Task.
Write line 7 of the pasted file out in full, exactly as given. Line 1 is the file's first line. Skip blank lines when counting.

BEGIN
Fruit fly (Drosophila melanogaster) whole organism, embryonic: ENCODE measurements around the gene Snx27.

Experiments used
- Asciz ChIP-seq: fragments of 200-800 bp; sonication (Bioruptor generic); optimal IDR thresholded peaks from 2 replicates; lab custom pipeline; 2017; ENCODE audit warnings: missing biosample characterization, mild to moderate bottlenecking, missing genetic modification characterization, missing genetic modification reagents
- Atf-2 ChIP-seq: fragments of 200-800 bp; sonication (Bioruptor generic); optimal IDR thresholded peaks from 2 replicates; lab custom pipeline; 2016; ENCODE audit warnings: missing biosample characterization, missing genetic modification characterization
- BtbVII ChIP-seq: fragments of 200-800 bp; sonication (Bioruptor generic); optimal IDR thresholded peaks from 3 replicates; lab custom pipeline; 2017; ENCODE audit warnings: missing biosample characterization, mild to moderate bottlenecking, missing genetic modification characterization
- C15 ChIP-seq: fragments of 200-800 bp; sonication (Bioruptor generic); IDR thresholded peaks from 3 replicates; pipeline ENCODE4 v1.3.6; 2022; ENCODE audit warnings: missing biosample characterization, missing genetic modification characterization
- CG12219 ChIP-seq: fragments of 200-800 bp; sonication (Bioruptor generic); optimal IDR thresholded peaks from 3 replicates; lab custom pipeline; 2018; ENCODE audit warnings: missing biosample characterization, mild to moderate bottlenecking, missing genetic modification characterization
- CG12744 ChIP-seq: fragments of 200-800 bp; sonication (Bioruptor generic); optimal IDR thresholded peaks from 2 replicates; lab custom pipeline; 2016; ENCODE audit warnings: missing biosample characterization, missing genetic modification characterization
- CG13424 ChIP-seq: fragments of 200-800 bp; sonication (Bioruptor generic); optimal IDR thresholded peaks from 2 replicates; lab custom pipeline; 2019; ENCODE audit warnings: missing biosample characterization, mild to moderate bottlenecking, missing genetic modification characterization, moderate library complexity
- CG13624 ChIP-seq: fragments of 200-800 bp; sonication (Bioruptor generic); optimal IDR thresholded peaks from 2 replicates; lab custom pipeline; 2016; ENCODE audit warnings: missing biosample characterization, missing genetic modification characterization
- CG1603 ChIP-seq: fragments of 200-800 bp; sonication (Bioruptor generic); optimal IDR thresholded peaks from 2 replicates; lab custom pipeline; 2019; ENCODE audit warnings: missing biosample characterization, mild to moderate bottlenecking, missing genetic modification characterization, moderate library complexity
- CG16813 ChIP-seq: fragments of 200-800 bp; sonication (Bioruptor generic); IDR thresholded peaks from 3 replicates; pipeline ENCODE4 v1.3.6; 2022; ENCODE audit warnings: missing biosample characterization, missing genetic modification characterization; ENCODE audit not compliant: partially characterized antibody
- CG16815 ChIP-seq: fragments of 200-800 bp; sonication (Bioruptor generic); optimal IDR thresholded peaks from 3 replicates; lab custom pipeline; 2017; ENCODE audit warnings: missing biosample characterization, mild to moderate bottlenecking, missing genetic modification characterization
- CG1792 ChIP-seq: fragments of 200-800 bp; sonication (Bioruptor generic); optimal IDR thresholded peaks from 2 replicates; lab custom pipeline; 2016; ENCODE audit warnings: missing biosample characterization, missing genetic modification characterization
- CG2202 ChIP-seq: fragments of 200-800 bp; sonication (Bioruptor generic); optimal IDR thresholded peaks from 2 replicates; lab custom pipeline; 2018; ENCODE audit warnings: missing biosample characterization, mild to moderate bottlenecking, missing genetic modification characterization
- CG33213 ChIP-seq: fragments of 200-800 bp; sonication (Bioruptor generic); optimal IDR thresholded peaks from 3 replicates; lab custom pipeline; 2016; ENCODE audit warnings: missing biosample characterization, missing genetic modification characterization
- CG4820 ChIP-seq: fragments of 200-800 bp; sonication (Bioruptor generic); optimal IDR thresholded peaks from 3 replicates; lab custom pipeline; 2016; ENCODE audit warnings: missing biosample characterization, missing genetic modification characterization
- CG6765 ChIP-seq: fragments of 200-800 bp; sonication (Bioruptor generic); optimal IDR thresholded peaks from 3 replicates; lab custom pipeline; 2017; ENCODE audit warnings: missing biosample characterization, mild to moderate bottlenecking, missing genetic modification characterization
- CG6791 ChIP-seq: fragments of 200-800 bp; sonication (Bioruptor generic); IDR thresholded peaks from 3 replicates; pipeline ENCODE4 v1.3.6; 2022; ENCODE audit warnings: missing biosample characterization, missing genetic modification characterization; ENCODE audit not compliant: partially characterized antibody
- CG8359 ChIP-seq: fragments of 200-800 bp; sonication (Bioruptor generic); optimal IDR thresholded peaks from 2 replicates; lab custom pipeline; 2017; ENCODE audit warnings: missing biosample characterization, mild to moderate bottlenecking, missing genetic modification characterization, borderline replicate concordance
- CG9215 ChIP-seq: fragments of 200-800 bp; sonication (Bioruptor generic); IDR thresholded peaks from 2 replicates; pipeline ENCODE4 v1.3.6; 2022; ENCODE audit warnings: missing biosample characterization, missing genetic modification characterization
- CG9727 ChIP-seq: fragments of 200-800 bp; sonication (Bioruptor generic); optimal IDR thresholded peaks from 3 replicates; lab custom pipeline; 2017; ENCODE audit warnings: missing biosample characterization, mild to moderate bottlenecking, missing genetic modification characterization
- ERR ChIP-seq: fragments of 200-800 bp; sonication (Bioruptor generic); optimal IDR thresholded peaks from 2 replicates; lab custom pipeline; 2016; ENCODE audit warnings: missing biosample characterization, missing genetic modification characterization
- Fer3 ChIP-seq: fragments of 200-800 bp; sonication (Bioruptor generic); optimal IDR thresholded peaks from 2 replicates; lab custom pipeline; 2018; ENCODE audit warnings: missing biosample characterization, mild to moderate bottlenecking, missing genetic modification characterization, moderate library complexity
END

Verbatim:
- CG12219 ChIP-seq: fragments of 200-800 bp; sonication (Bioruptor generic); optimal IDR thresholded peaks from 3 replicates; lab custom pipeline; 2018; ENCODE audit warnings: missing biosample characterization, mild to moderate bottlenecking, missing genetic modification characterization